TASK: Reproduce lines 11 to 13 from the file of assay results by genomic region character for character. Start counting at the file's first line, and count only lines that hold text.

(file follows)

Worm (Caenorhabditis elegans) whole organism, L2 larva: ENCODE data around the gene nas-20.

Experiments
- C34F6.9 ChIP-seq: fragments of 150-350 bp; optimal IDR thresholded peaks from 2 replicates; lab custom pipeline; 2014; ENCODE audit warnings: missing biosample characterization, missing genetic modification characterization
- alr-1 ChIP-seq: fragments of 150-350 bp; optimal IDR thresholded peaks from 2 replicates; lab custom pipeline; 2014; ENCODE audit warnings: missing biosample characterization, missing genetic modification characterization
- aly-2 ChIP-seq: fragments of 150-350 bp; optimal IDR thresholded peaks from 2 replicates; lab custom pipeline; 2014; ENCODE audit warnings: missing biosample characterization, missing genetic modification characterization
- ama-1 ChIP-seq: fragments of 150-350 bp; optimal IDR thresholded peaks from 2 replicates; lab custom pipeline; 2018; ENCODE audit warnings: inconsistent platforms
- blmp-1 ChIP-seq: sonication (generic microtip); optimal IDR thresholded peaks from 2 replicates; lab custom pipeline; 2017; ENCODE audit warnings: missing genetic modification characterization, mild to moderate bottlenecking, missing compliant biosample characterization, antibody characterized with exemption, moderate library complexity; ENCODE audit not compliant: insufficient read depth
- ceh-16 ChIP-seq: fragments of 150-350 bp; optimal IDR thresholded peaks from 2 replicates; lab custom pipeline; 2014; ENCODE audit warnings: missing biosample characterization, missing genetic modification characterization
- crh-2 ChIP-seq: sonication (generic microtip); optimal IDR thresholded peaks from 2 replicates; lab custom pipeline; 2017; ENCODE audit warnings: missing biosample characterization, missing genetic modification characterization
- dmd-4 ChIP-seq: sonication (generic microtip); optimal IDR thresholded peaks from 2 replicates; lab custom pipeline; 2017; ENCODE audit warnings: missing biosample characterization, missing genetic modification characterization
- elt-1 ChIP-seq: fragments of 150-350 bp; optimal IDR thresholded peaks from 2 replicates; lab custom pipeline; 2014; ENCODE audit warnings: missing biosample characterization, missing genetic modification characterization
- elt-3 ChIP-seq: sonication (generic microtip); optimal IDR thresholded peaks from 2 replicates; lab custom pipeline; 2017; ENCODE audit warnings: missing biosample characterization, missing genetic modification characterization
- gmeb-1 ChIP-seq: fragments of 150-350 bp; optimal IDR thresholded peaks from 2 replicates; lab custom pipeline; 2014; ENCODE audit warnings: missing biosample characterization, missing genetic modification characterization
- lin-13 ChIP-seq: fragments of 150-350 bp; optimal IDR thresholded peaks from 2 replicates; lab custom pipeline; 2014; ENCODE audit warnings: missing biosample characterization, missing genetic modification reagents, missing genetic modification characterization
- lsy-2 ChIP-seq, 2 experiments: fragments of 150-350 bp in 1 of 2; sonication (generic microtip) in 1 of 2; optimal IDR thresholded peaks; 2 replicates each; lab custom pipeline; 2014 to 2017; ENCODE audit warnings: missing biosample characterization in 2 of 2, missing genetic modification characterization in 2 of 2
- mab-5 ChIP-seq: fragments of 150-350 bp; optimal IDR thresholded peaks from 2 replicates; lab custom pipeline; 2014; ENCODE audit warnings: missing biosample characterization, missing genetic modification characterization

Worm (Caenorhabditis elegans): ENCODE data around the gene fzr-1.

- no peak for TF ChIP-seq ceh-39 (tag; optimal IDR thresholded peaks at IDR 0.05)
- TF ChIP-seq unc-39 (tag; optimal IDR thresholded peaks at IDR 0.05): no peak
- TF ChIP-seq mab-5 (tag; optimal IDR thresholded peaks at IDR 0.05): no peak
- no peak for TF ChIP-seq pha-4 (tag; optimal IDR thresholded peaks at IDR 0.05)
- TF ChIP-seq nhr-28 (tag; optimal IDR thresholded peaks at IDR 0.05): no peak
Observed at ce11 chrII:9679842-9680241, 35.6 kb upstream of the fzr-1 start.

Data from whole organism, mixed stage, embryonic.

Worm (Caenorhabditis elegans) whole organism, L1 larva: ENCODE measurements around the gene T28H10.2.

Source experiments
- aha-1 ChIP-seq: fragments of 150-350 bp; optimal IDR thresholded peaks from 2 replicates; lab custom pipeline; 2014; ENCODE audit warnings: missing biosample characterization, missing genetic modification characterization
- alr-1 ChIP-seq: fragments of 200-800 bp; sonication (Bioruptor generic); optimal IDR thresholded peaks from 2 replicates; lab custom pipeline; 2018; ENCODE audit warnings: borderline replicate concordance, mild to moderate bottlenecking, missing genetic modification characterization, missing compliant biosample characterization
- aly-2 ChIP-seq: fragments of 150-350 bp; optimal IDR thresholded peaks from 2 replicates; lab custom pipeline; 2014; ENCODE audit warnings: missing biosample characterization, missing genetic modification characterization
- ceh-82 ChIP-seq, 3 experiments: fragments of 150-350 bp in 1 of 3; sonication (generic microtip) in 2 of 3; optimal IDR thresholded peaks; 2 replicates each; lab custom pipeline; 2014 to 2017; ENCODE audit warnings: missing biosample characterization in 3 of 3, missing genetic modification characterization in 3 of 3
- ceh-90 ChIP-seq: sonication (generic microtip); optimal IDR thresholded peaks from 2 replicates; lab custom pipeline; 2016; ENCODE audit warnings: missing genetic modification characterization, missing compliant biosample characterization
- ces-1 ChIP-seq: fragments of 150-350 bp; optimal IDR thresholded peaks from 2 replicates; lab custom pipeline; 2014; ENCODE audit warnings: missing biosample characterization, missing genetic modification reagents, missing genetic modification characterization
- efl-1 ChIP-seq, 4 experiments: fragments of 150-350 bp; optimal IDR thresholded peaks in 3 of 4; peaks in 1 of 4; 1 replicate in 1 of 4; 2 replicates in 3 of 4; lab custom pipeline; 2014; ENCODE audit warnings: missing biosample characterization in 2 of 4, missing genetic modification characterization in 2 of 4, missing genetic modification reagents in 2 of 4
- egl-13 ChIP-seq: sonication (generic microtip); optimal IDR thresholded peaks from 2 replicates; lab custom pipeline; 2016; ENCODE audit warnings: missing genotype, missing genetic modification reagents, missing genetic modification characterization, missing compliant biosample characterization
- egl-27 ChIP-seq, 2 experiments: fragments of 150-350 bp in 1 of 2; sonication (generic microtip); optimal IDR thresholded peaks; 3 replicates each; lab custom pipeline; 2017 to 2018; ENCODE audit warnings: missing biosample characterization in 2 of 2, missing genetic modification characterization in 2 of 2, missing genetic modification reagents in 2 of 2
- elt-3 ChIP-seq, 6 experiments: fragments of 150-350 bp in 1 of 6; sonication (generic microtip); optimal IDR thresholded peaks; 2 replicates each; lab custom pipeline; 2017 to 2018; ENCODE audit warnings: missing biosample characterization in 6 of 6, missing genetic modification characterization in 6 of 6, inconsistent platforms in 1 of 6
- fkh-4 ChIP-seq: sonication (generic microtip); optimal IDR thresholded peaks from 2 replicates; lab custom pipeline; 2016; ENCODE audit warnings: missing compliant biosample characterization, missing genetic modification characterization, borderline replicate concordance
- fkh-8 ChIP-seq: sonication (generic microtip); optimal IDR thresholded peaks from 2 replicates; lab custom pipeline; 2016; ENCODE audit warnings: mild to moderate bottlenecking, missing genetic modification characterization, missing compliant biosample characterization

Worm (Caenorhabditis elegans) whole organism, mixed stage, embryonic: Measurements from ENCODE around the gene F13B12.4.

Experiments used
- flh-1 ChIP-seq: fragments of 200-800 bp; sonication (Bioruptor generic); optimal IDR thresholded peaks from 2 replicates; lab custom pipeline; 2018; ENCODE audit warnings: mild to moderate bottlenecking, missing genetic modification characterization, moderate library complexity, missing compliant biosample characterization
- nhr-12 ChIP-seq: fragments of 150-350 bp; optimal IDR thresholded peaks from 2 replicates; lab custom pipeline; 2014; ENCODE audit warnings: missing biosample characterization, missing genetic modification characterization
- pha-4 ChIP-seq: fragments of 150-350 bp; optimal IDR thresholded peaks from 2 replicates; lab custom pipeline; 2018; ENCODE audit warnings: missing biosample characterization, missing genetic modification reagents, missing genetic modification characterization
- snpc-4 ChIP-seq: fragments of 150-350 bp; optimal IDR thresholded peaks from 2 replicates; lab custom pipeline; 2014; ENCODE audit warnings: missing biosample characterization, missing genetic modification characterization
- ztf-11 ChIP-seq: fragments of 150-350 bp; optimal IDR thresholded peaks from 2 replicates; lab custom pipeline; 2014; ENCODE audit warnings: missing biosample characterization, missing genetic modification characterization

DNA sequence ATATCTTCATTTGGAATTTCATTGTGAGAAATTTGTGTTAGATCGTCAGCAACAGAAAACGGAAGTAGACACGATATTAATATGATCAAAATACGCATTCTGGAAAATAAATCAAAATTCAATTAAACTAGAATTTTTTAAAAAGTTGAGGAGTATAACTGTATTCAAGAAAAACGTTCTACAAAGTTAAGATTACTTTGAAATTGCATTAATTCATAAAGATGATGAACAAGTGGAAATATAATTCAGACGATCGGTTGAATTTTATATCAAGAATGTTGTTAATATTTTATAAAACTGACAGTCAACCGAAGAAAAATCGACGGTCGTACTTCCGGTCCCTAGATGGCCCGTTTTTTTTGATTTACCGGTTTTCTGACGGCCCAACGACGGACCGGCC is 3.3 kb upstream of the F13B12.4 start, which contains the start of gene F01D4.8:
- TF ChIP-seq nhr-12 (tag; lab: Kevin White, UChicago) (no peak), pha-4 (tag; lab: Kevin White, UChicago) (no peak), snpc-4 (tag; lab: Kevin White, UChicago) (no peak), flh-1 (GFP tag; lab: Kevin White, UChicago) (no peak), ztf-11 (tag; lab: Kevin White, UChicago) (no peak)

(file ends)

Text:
- elt-1 ChIP-seq: fragments of 150-350 bp; optimal IDR thresholded peaks from 2 replicates; lab custom pipeline; 2014; ENCODE audit warnings: missing biosample characterization, missing genetic modification characterization
- elt-3 ChIP-seq: sonication (generic microtip); optimal IDR thresholded peaks from 2 replicates; lab custom pipeline; 2017; ENCODE audit warnings: missing biosample characterization, missing genetic modification characterization
- gmeb-1 ChIP-seq: fragments of 150-350 bp; optimal IDR thresholded peaks from 2 replicates; lab custom pipeline; 2014; ENCODE audit warnings: missing biosample characterization, missing genetic modification characterization